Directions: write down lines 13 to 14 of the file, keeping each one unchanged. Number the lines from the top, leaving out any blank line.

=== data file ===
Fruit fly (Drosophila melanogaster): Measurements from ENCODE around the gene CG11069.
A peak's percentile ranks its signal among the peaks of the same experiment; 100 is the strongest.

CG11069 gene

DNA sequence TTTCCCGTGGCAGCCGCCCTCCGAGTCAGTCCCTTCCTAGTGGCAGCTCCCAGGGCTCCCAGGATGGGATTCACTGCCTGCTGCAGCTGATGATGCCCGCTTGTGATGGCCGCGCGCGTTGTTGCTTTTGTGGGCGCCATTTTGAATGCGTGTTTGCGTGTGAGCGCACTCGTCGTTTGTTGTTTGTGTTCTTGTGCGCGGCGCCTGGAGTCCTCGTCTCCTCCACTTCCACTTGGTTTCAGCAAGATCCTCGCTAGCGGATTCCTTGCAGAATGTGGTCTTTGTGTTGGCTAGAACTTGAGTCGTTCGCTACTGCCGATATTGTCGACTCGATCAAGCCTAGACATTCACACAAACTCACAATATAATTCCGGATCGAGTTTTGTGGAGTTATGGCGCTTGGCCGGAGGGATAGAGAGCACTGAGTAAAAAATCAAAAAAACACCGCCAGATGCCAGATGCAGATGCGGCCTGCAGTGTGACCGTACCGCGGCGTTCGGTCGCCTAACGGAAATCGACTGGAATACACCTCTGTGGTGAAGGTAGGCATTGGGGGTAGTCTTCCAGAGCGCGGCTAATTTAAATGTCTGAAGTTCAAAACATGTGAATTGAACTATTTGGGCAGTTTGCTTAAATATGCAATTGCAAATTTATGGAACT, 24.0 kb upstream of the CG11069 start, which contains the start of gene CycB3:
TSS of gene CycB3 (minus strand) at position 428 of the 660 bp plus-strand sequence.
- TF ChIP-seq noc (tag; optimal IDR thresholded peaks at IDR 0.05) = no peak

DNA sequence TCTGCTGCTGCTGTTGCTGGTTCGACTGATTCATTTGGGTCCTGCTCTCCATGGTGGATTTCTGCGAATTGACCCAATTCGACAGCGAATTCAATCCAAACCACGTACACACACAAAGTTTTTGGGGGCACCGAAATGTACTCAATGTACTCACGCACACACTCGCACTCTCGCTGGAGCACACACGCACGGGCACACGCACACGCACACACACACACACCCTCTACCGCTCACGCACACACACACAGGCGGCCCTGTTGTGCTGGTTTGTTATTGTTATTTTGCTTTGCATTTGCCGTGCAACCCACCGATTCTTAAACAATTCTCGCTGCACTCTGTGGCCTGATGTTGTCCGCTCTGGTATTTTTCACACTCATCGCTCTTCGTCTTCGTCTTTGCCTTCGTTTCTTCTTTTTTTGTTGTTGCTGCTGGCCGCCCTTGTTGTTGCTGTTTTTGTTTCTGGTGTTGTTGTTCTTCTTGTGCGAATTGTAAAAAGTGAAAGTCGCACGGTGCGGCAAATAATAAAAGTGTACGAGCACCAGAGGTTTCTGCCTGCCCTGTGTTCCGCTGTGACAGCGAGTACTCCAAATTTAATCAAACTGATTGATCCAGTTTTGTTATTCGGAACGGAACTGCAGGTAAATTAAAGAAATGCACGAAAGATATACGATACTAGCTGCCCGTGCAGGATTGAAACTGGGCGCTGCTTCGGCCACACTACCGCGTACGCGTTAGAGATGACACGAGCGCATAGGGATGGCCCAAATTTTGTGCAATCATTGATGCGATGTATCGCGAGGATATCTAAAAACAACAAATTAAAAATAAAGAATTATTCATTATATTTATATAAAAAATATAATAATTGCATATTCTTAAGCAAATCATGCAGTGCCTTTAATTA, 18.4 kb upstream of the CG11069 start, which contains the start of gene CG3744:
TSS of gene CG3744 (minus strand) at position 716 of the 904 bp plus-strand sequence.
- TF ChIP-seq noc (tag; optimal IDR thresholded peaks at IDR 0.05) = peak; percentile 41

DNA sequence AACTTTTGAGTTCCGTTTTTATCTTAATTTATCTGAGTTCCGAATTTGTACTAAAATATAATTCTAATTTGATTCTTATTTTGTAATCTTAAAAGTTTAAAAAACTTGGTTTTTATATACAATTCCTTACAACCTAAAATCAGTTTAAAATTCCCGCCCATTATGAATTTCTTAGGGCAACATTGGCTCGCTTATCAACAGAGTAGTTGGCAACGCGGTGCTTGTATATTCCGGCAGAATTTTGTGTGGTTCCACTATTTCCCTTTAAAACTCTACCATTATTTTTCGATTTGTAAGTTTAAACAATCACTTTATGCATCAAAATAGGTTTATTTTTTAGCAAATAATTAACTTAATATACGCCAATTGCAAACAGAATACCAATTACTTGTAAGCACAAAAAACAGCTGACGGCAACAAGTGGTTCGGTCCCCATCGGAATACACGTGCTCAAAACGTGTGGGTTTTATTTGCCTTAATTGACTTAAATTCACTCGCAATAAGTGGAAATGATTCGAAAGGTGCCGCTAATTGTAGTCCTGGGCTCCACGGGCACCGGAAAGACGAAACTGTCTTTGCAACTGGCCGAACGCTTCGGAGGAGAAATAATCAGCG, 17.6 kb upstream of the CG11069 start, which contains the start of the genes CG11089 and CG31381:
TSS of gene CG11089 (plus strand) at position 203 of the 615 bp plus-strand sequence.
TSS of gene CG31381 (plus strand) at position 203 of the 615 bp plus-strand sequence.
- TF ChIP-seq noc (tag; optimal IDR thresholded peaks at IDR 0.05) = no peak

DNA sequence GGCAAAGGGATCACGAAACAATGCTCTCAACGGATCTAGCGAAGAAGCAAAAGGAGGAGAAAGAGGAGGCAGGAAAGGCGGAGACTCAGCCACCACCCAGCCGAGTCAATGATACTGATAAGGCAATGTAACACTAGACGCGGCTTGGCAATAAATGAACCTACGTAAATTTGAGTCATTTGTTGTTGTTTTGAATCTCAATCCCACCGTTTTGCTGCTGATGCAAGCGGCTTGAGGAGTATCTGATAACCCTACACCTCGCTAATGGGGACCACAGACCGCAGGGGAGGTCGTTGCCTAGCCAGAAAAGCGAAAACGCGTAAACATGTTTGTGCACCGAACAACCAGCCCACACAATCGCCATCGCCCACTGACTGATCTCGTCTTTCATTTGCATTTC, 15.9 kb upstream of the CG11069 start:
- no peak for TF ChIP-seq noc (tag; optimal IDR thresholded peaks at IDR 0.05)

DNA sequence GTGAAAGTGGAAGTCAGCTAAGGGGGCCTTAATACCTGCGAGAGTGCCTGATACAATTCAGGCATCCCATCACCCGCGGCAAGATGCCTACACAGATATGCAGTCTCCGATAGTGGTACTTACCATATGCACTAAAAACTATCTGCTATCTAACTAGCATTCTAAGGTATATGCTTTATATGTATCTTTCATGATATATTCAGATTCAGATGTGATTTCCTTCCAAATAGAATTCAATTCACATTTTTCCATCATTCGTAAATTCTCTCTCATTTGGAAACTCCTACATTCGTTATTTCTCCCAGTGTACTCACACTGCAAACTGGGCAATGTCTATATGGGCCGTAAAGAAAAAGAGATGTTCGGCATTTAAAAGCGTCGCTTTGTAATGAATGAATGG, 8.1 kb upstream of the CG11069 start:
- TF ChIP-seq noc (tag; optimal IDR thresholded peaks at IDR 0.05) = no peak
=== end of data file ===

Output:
- TF ChIP-seq noc (tag; optimal IDR thresholded peaks at IDR 0.05) = no peak

DNA sequence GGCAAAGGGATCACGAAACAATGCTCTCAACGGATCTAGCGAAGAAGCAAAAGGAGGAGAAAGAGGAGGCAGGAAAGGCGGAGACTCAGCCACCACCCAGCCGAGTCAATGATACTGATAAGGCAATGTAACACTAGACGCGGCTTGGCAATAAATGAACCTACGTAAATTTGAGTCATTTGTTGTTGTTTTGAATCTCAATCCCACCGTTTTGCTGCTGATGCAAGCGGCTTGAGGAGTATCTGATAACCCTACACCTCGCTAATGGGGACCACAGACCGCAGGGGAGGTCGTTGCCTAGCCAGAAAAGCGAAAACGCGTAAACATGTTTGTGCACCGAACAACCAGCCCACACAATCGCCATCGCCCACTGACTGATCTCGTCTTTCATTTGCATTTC, 15.9 kb upstream of the CG11069 start: